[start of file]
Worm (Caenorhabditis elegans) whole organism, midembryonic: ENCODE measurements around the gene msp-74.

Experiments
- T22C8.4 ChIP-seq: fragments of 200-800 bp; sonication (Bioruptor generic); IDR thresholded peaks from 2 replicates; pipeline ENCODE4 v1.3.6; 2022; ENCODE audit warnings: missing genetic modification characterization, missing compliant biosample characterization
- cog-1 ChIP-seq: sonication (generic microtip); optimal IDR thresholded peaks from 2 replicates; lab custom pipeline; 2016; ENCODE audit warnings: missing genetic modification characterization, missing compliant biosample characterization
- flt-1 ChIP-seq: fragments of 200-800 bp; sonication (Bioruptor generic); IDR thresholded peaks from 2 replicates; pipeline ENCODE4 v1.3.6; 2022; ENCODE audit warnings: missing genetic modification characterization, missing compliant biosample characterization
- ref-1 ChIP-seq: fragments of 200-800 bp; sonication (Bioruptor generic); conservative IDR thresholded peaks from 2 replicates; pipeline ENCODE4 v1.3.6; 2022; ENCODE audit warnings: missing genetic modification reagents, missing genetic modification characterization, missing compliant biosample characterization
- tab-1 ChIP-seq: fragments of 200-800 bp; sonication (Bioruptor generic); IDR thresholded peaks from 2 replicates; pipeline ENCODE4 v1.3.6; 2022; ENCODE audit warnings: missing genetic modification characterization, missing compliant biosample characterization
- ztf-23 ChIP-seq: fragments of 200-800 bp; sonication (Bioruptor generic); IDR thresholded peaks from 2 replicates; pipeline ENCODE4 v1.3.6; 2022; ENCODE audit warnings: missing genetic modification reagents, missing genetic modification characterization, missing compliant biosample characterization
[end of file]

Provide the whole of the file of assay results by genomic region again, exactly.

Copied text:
Worm (Caenorhabditis elegans) whole organism, midembryonic: ENCODE measurements around the gene msp-74.

Experiments
- T22C8.4 ChIP-seq: fragments of 200-800 bp; sonication (Bioruptor generic); IDR thresholded peaks from 2 replicates; pipeline ENCODE4 v1.3.6; 2022; ENCODE audit warnings: missing genetic modification characterization, missing compliant biosample characterization
- cog-1 ChIP-seq: sonication (generic microtip); optimal IDR thresholded peaks from 2 replicates; lab custom pipeline; 2016; ENCODE audit warnings: missing genetic modification characterization, missing compliant biosample characterization
- flt-1 ChIP-seq: fragments of 200-800 bp; sonication (Bioruptor generic); IDR thresholded peaks from 2 replicates; pipeline ENCODE4 v1.3.6; 2022; ENCODE audit warnings: missing genetic modification characterization, missing compliant biosample characterization
- ref-1 ChIP-seq: fragments of 200-800 bp; sonication (Bioruptor generic); conservative IDR thresholded peaks from 2 replicates; pipeline ENCODE4 v1.3.6; 2022; ENCODE audit warnings: missing genetic modification reagents, missing genetic modification characterization, missing compliant biosample characterization
- tab-1 ChIP-seq: fragments of 200-800 bp; sonication (Bioruptor generic); IDR thresholded peaks from 2 replicates; pipeline ENCODE4 v1.3.6; 2022; ENCODE audit warnings: missing genetic modification characterization, missing compliant biosample characterization
- ztf-23 ChIP-seq: fragments of 200-800 bp; sonication (Bioruptor generic); IDR thresholded peaks from 2 replicates; pipeline ENCODE4 v1.3.6; 2022; ENCODE audit warnings: missing genetic modification reagents, missing genetic modification characterization, missing compliant biosample characterization